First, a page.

Well, the Obama White House can't say it wasn't warned. A broad investigation by the Justice Department into leaked national security secrets, a prescient editorial noted last summer, "would be a pointless exercise," serving merely to "tie individual names to leaks that were part of a coordinated group effort" and creating credibility problems for the department itself.

On second thought, maybe that editorial -- in case you haven’t guessed, it appeared in Bloomberg View -- didn’t go far enough. "Pointless" was too kind an adjective. A better one, now that the investigation appears to be a reality, is counterproductive.

Details remain sketchy. But the Associated Press is reporting that Attorney General Eric Holder's office apparently ran a black-ops investigation into the AP itself over reports on a foiled Al-Qaeda airliner plot, obtaining two months of work and personal phone records from reporters and editors in three bureaus, apparently relating to an article the news service published last May (after delaying its reporting at the White House's request). It's unclear whether there any warrants involved, nor has the Justice Department given a satisfactory explanation as to why the wire service was never informed as to why it sought the records.

"There can be no possible justification for such an overbroad collection of the telephone communications," AP Chief Executive Officer Gary Pruitt said. "These records potentially reveal communications with confidential sources across all of the newsgathering activities undertaken by the AP during a two-month period, provide a road map to AP's newsgathering operations, and disclose information about AP's activities and operations that the government has no conceivable right to know."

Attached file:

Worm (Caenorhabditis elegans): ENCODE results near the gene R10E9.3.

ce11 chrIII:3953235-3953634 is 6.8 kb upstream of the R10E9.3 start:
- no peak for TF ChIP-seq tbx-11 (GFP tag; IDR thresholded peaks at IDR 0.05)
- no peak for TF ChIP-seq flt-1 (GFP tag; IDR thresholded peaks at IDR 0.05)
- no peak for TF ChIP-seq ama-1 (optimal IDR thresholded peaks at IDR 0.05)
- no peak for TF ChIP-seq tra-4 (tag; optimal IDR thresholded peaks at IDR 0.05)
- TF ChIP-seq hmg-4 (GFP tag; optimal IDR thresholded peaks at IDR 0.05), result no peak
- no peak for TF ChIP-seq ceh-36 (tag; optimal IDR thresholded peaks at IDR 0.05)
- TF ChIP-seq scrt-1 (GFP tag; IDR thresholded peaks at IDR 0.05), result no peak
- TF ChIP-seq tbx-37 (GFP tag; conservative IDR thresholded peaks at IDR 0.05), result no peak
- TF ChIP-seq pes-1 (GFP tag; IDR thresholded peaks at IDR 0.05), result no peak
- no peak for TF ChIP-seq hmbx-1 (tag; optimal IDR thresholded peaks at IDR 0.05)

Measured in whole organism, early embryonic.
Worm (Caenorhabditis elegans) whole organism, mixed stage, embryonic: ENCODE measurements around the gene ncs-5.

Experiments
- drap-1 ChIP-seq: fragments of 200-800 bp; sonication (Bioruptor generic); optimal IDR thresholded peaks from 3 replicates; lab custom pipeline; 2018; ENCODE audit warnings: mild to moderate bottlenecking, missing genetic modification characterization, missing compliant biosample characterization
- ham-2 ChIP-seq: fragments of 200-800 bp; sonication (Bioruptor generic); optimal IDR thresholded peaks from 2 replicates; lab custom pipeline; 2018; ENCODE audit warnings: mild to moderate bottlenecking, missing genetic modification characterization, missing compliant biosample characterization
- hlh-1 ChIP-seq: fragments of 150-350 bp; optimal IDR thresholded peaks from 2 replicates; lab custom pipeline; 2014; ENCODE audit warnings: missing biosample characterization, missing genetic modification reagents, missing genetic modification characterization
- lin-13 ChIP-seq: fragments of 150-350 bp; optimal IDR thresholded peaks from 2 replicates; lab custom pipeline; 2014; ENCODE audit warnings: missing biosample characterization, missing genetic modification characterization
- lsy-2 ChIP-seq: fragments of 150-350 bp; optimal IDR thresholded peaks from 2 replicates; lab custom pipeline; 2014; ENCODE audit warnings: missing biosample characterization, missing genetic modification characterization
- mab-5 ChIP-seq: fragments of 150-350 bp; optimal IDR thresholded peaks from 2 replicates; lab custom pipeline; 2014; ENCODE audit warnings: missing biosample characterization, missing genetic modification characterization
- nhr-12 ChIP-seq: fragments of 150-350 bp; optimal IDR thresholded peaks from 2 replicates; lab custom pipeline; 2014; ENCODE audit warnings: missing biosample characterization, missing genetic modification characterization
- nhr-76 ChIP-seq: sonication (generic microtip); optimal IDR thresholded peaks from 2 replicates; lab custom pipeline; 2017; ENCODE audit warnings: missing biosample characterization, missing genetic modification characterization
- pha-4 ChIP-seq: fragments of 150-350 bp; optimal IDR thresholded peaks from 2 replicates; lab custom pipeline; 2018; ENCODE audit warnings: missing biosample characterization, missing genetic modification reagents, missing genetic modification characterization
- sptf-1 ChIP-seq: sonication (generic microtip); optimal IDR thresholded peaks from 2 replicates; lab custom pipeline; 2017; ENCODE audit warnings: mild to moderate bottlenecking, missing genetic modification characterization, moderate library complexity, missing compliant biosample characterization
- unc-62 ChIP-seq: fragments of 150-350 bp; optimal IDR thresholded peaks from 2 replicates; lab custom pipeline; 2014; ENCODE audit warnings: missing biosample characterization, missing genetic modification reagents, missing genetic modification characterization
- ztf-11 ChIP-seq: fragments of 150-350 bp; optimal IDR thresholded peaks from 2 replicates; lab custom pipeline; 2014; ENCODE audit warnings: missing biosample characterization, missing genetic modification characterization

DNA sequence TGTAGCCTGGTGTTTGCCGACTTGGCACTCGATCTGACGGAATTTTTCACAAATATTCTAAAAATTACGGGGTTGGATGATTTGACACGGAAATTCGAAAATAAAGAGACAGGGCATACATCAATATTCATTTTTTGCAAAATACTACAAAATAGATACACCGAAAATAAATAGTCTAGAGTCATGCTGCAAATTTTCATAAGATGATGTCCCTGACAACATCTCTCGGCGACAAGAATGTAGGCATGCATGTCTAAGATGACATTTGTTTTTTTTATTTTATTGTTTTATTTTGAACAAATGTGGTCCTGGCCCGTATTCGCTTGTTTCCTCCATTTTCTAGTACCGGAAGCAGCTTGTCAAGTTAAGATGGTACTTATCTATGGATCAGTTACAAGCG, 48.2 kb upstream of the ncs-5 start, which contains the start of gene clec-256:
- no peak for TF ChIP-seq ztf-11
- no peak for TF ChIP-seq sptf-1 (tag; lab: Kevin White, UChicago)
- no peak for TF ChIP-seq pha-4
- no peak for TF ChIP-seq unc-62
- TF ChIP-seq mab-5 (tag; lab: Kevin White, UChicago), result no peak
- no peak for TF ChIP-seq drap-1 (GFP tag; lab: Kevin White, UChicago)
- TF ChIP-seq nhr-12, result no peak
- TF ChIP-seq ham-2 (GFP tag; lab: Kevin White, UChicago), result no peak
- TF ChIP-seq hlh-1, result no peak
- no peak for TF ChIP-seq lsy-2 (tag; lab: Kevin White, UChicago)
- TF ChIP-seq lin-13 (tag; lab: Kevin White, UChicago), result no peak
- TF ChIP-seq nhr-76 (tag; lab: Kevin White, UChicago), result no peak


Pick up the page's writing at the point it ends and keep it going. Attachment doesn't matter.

I'm as skeptical as anyone over the press's tendency to reflexively invoke its First Amendment rights, especially when national security secrets are at stake. But it's hard to argue with Pruitt.

Ever since the Sept. 11 attacks, Americans have had to sacrifice some privacy in the name of shared security. We can live with that. Yet the government's side of the bargain is that it has to use its expanded powers wisely. It's hard to believe that such a massive operation against a press organization -- to find out, it seems, which of the government's own employees divulged state secrets -- can be justified. Especially from an administration that so freely offers up classified canapés for political gain that a federal judge has accused it of running "an extensive public relations campaign" based on classified information.

The government's bad faith affects more than just the news media's ability to report the facts. It hurts the government itself, by undermining its ability to protect our freedoms -- not just from dangers such as from terrorist attacks but to such rights as health care. It creates a world in which, say, claims that sensible steps on gun-sale laws are the first step toward government confiscation can start to sound rational.

Coming on the heels of revelations that the Internal Revenue Service was targeting conservative nonprofit groups over their tax status, there is little doubt that congressional hearings on the leaks are in the offing. It's the White House, not the press or any federal employee with loose lips, that's likely to be the next subject of scrutiny. And it should be.

(Tobin Harshaw writes editorials on national security for Bloomberg View. Follow him on Twitter.)